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Black Soldiers in the Civil War

"Once let the black man get upon his person the brass letters, U.S., let him get an eagle on his button, and a musket on his shoulder and bullets in his pocket, there is no power on Earth that can deny he has earned the right to citizenship."
Frederick Douglas    

Black men in the North rushed to enlist in the Union Army after the attack on Fort Sumter but were turned away because of a 1792 law barring Negroes from Army service, although there had been black soldiers in both the Revolutionary War and the War of 1812. Things changed as the Union found it hard to recruit enough whites to replace the heavy losses from combat and disease. By the end of the war, more than 179,000 black men were in Army uniforms (10% of total manpower), and another 19,000 were serving in the U. S. Navy. Nearly 40,000 black soldiers died during the war, three-fourths of them from infection and disease. (That ratio was about the same for white Civil War soldiers.) The Medal of Honor, America's highest award for valor in combat, had been presented to sixteen black soldiers.


    An excellent presentation of Civil War history, dramatically compelling, yet reasonably close to the reality of the events depicted. Matthew Broderick plays Robert Shaw, a New England abolitionist from a prominent family, who is commisioned in the Union army and assigned to organize and lead an all-black regiment, the Massachusetts 54th. Shaw considers himself to have a liberal attitude toward black people but discovers he has much to learn as his troops are trained and equipped. He is helped in developing some understanding of his men by an older black trooper (Morgan Freeman). Denzel Washington is superb as a man with mixed emotions, highly suspicious of all whites and all white institutions. The film is partly based on letters written by Shaw to his family during the war. Leading the July 1863 assault on Fort Wagner, South Carolina, the 54th Massachusetts lost two thirds of its officers, including Colonel Shaw, and half of its troops. Oscars were awarded to Denzel Washington (Supporting Actor) and for Cinematography and Sound.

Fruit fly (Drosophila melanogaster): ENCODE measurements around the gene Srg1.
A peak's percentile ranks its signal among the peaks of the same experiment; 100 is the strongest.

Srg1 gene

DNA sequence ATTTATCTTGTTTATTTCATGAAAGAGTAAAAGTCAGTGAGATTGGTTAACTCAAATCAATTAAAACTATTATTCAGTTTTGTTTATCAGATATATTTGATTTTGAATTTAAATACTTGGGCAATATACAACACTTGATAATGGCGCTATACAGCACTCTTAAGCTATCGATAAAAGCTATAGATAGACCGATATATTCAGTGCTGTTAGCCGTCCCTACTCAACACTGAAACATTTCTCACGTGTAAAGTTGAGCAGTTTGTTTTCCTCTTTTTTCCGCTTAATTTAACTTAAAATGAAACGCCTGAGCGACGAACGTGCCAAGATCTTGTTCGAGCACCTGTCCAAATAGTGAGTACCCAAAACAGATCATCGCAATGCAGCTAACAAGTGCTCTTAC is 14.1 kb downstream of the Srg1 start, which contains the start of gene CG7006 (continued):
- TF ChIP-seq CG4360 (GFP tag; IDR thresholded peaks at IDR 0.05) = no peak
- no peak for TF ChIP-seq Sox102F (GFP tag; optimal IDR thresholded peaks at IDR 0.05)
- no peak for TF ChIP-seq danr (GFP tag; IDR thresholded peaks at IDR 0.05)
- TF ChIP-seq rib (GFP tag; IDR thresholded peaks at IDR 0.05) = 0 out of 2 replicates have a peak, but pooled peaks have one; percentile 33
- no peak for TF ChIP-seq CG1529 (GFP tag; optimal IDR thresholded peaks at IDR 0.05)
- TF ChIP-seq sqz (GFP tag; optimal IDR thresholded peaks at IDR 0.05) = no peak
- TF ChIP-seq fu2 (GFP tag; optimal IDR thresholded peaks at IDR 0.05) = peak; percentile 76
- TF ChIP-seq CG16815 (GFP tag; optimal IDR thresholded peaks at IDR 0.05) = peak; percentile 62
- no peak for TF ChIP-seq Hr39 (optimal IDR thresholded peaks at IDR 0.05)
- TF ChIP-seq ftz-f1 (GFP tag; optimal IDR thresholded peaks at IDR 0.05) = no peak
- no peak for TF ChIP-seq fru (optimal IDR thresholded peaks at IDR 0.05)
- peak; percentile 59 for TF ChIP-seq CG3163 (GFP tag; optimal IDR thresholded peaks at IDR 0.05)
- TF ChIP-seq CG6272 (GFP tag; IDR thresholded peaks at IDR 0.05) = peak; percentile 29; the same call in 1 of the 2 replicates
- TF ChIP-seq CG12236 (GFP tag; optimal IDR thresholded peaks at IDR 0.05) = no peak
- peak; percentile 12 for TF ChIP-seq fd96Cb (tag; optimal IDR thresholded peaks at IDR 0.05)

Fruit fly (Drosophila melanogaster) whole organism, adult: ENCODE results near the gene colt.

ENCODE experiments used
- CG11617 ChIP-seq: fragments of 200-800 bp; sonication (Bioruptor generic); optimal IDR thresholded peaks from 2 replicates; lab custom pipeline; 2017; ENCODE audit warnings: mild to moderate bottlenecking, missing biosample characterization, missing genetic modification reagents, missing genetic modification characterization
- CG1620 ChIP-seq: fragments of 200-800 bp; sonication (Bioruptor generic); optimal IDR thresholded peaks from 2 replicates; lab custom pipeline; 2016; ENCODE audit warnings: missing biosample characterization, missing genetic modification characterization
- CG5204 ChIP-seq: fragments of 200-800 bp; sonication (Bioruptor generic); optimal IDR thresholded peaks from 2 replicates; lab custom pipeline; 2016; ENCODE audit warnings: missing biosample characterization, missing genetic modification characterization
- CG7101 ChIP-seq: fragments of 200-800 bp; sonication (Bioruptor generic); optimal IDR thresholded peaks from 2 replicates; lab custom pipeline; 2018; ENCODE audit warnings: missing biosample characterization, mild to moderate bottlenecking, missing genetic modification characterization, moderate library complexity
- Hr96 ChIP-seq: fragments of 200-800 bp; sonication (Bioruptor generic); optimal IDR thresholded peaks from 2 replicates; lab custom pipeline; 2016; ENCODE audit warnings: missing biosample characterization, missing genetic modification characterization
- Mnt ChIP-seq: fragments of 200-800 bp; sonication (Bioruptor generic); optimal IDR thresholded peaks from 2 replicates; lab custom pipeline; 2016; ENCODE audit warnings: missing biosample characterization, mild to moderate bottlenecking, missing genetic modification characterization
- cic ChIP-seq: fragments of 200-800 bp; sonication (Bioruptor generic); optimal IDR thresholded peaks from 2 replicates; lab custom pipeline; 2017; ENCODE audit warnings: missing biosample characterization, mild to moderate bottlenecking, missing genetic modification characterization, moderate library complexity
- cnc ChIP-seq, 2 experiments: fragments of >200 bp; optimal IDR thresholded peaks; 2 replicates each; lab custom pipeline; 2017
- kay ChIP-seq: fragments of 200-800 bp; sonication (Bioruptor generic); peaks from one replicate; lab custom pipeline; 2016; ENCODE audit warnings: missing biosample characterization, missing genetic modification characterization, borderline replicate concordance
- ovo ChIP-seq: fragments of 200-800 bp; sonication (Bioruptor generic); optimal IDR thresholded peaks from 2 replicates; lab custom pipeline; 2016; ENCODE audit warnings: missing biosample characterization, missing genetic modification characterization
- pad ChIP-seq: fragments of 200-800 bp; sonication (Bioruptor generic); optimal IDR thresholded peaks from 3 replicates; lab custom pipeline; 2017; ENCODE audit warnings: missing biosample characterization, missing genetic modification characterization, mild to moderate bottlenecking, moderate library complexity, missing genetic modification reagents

1989, Directed by Edward Zwick

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